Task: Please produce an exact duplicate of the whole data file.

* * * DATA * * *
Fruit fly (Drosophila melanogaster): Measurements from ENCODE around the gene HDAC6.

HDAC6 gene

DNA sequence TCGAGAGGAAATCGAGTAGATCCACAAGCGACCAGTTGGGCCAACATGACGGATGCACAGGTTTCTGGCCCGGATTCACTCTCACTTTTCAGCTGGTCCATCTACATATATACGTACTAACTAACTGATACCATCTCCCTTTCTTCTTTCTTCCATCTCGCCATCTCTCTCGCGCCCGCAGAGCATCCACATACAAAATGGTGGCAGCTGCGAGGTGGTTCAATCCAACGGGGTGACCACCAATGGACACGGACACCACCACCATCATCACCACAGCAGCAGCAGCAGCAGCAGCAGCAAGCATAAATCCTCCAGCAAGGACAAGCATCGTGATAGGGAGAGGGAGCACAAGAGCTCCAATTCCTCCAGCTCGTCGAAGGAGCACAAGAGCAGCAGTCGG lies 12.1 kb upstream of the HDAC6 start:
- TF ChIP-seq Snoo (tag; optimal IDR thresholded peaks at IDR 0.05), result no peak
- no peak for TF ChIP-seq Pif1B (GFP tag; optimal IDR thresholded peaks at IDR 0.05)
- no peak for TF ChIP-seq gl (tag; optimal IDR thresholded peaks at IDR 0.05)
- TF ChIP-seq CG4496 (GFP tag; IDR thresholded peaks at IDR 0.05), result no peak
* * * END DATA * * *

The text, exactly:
Fruit fly (Drosophila melanogaster): Measurements from ENCODE around the gene HDAC6.

HDAC6 gene

DNA sequence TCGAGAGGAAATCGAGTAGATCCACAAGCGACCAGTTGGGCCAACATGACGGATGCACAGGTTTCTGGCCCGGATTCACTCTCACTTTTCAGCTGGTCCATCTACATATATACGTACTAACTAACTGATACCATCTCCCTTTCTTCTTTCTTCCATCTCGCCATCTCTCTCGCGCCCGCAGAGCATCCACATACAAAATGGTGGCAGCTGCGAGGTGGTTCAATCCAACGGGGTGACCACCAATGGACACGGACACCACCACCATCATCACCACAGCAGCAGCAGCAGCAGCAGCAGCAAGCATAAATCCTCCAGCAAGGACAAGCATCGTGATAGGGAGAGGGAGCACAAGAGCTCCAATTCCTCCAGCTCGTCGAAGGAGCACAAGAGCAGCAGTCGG lies 12.1 kb upstream of the HDAC6 start:
- TF ChIP-seq Snoo (tag; optimal IDR thresholded peaks at IDR 0.05), result no peak
- no peak for TF ChIP-seq Pif1B (GFP tag; optimal IDR thresholded peaks at IDR 0.05)
- no peak for TF ChIP-seq gl (tag; optimal IDR thresholded peaks at IDR 0.05)
- TF ChIP-seq CG4496 (GFP tag; IDR thresholded peaks at IDR 0.05), result no peak